Synopses & Reviews
Two teams, six innings, one game. A lively cast of characters—baseball-loving boys between the ages of eleven to thirteen—are playing the biggest game of their lives. With acrobatic catches, clutch hits, dramatic whiffs, and costly errors, this game is full of action. But as the book unfolds, pitch by pitch, a deeper story emerges, with far more at stake: Sam and Mike, best friends, are trying to come to terms with Sams newly diagnosed cancer. And this baseball diamond becomes the ultimate testing ground of Sam and Mikes remarkable friendship as they strive to find a way to both come out winners.
This is for the championship.
This is for life. Six Innings is a 2009 Bank Street - Best Children's Book of the Year.
A game in the life of a Little League team playing in the championship—and two best friends whose bond is put to the test.
It’s the biggest game of the season, and twenty-three boys are ready to play. They’re checking each other out, plotting their strategies, and psyching themselves up. But one kid isn’t on the field. Sam Reiser, the announcer, is sitting it out this season. He can’t play, but he’s not about to miss a game. And watching over it all is exciting—the acrobatic catches, the incredible hits, the devastating errors—it’s just not the same. Sam’s friend Mike knows how he feels. Mike’s out in right field, wishing Sam could join him. Because this isn’t just a big game. It’s the championship—the biggest game of their lives.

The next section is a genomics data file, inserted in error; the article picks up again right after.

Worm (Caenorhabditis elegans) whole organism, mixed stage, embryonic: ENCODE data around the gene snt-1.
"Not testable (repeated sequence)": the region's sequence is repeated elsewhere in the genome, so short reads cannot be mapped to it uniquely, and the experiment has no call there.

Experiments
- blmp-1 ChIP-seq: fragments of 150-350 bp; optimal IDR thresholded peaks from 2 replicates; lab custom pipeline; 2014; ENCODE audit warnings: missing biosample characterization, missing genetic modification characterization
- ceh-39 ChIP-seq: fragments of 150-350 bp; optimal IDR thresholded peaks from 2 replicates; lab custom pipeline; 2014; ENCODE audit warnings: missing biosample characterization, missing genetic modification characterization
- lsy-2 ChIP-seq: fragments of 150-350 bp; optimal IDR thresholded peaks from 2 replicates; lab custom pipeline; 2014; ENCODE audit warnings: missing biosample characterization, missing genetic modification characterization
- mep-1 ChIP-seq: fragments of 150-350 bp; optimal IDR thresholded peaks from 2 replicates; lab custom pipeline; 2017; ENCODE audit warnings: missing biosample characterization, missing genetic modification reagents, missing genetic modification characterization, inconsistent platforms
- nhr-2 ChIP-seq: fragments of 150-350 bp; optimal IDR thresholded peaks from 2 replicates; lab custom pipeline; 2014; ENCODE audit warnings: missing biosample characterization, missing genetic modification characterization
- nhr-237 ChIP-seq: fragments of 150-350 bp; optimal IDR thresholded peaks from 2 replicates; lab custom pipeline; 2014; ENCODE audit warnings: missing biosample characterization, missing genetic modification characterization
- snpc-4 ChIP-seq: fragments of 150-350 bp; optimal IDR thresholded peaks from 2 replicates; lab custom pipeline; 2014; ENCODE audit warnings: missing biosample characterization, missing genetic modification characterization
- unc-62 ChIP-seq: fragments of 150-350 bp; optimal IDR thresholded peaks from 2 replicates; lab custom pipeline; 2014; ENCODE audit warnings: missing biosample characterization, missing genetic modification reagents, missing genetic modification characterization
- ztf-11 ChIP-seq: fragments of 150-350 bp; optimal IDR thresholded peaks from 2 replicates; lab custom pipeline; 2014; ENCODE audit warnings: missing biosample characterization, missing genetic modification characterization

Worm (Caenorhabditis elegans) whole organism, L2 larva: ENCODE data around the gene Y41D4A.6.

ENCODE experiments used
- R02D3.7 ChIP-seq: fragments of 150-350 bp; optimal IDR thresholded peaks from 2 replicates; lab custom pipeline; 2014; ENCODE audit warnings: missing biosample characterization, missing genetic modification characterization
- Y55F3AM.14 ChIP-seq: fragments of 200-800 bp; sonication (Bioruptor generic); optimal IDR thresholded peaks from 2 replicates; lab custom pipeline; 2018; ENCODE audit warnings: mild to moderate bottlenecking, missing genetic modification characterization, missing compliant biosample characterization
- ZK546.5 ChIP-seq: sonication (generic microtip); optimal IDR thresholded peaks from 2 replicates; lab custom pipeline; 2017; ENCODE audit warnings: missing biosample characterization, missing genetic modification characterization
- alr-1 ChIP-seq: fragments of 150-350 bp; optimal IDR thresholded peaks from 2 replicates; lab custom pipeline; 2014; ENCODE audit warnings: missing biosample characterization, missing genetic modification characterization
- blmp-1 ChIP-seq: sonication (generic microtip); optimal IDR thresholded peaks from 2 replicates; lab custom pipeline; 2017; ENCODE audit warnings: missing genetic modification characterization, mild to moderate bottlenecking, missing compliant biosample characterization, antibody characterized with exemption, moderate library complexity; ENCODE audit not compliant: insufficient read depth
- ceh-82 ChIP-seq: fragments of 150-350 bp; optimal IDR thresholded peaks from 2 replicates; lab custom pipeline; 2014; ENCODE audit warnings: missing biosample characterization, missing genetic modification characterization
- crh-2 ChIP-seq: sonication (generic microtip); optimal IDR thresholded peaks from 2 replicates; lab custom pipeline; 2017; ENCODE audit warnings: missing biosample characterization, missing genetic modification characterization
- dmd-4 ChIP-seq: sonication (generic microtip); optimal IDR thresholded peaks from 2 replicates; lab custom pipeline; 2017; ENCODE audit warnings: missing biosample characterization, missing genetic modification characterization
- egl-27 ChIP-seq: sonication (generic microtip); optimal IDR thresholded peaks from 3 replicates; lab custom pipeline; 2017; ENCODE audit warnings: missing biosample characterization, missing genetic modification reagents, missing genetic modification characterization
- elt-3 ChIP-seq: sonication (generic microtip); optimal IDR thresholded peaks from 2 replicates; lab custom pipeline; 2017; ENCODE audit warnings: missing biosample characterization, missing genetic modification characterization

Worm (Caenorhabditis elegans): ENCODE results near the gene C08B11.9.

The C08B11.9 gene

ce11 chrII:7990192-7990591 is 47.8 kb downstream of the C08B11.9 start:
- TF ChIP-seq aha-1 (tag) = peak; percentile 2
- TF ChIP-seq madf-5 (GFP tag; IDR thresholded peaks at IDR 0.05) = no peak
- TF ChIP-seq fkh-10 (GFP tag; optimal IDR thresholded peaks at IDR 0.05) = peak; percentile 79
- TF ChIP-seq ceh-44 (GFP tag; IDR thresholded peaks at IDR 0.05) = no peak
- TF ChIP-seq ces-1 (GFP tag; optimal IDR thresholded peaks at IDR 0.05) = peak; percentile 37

If Judy Blume could write a book about Little League, about its players' deepest fears and secret dreams, it might come out something like this.--"Publishers Weekly," starred review.
About the Author
James Preller is the author of the popular Jigsaw Jones mystery books, which have sold more than 10 million copies since 1998. He is also the author of Bystander, named a 2009 Junior Library Guild Selection, and Mighty Casey, his own twist on the classic poem, “Casey at the Bat.” In addition to writing full-time, Preller plays in a mens hardball league and coaches Little League. He compares coaching kids to “trying to hold the attention of a herd of earthworms.” He lives in Delmar, New York, with his wife, three children, cats and dog.